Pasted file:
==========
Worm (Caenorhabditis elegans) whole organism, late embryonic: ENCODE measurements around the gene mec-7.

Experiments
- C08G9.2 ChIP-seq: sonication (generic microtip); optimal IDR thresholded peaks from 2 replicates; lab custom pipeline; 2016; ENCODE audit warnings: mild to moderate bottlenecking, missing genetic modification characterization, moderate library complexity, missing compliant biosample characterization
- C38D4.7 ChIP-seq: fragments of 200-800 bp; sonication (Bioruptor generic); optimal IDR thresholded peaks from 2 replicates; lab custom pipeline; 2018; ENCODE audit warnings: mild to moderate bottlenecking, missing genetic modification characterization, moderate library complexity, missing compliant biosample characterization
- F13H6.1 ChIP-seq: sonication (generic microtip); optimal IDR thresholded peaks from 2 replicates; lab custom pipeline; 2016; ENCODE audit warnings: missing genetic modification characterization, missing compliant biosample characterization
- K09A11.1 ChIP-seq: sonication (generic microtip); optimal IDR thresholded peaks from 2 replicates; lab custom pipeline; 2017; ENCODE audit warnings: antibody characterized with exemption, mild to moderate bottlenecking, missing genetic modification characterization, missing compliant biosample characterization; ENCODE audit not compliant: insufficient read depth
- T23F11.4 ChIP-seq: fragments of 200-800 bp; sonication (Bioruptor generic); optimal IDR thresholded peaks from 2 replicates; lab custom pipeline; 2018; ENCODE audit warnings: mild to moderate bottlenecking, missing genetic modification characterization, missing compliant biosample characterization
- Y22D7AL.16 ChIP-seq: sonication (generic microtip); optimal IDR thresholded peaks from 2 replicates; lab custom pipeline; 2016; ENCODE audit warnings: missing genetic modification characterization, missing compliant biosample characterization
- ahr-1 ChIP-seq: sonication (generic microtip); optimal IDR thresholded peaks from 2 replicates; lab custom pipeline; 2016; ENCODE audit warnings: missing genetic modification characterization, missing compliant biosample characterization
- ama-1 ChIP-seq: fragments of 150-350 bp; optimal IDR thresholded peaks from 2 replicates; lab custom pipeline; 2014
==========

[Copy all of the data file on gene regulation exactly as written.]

Worm (Caenorhabditis elegans) whole organism, late embryonic: ENCODE measurements around the gene mec-7.

Experiments
- C08G9.2 ChIP-seq: sonication (generic microtip); optimal IDR thresholded peaks from 2 replicates; lab custom pipeline; 2016; ENCODE audit warnings: mild to moderate bottlenecking, missing genetic modification characterization, moderate library complexity, missing compliant biosample characterization
- C38D4.7 ChIP-seq: fragments of 200-800 bp; sonication (Bioruptor generic); optimal IDR thresholded peaks from 2 replicates; lab custom pipeline; 2018; ENCODE audit warnings: mild to moderate bottlenecking, missing genetic modification characterization, moderate library complexity, missing compliant biosample characterization
- F13H6.1 ChIP-seq: sonication (generic microtip); optimal IDR thresholded peaks from 2 replicates; lab custom pipeline; 2016; ENCODE audit warnings: missing genetic modification characterization, missing compliant biosample characterization
- K09A11.1 ChIP-seq: sonication (generic microtip); optimal IDR thresholded peaks from 2 replicates; lab custom pipeline; 2017; ENCODE audit warnings: antibody characterized with exemption, mild to moderate bottlenecking, missing genetic modification characterization, missing compliant biosample characterization; ENCODE audit not compliant: insufficient read depth
- T23F11.4 ChIP-seq: fragments of 200-800 bp; sonication (Bioruptor generic); optimal IDR thresholded peaks from 2 replicates; lab custom pipeline; 2018; ENCODE audit warnings: mild to moderate bottlenecking, missing genetic modification characterization, missing compliant biosample characterization
- Y22D7AL.16 ChIP-seq: sonication (generic microtip); optimal IDR thresholded peaks from 2 replicates; lab custom pipeline; 2016; ENCODE audit warnings: missing genetic modification characterization, missing compliant biosample characterization
- ahr-1 ChIP-seq: sonication (generic microtip); optimal IDR thresholded peaks from 2 replicates; lab custom pipeline; 2016; ENCODE audit warnings: missing genetic modification characterization, missing compliant biosample characterization
- ama-1 ChIP-seq: fragments of 150-350 bp; optimal IDR thresholded peaks from 2 replicates; lab custom pipeline; 2014